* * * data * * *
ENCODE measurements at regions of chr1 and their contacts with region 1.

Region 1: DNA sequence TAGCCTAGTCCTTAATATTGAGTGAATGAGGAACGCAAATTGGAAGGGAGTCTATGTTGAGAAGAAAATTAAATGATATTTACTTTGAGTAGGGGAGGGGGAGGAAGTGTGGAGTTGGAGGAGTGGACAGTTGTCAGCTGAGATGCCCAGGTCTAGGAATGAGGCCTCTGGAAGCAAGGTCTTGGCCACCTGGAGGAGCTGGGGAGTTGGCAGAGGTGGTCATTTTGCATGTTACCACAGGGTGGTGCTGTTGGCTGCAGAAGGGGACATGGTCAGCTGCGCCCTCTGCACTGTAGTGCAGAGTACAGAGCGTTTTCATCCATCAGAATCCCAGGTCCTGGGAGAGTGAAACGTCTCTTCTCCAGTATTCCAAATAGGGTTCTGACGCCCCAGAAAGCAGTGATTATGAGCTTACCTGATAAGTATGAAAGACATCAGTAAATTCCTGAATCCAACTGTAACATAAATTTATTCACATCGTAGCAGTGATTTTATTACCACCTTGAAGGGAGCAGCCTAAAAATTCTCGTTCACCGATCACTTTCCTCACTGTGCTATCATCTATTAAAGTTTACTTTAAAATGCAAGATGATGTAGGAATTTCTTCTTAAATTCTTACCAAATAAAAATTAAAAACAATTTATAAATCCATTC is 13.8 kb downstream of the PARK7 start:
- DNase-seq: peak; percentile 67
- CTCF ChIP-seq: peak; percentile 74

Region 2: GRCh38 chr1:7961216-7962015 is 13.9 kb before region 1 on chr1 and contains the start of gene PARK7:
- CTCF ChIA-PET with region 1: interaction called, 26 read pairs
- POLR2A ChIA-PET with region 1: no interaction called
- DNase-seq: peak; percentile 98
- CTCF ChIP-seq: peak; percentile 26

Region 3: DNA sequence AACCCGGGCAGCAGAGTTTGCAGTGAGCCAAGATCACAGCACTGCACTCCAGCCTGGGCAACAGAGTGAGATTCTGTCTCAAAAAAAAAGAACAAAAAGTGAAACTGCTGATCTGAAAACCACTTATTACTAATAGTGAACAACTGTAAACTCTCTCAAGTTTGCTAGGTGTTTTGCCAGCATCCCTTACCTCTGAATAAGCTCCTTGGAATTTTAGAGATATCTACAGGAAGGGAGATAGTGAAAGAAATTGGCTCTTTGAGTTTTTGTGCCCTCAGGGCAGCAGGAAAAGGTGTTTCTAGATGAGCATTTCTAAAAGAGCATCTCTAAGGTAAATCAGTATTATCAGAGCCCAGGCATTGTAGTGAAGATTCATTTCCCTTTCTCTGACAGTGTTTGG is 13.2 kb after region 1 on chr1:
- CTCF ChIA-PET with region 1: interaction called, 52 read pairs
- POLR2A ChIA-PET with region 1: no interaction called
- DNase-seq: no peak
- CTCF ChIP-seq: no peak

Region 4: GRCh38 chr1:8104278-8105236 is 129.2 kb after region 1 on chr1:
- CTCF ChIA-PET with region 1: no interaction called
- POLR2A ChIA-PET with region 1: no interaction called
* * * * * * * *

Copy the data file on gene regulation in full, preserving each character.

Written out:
ENCODE measurements at regions of chr1 and their contacts with region 1.

Region 1: DNA sequence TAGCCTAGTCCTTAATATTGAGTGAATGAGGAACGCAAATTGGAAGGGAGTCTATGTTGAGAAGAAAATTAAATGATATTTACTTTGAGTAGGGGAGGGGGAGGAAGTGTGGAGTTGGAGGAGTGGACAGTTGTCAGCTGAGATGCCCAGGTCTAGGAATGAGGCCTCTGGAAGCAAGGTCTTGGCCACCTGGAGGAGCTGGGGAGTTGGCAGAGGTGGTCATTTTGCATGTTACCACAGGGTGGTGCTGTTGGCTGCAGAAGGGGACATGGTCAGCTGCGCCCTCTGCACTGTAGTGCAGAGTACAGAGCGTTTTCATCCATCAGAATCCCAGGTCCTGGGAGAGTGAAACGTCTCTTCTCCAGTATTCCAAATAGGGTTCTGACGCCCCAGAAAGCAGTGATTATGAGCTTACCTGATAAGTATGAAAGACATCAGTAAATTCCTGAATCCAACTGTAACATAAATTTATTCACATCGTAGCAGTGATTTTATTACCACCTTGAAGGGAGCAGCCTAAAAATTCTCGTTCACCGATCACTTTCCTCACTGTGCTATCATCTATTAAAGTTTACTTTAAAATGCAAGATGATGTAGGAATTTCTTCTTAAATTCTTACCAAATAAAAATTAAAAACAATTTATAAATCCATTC is 13.8 kb downstream of the PARK7 start:
- DNase-seq: peak; percentile 67
- CTCF ChIP-seq: peak; percentile 74

Region 2: GRCh38 chr1:7961216-7962015 is 13.9 kb before region 1 on chr1 and contains the start of gene PARK7:
- CTCF ChIA-PET with region 1: interaction called, 26 read pairs
- POLR2A ChIA-PET with region 1: no interaction called
- DNase-seq: peak; percentile 98
- CTCF ChIP-seq: peak; percentile 26

Region 3: DNA sequence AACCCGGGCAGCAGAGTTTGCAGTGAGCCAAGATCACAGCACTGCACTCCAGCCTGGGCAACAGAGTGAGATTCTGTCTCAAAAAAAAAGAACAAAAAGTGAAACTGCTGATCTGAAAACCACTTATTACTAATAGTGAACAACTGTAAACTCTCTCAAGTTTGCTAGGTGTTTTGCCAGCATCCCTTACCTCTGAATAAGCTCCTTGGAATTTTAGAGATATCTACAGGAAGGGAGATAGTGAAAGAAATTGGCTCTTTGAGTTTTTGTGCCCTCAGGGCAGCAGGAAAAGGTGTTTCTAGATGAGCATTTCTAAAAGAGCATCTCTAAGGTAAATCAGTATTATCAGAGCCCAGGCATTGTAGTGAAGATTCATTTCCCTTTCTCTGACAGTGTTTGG is 13.2 kb after region 1 on chr1:
- CTCF ChIA-PET with region 1: interaction called, 52 read pairs
- POLR2A ChIA-PET with region 1: no interaction called
- DNase-seq: no peak
- CTCF ChIP-seq: no peak

Region 4: GRCh38 chr1:8104278-8105236 is 129.2 kb after region 1 on chr1:
- CTCF ChIA-PET with region 1: no interaction called
- POLR2A ChIA-PET with region 1: no interaction called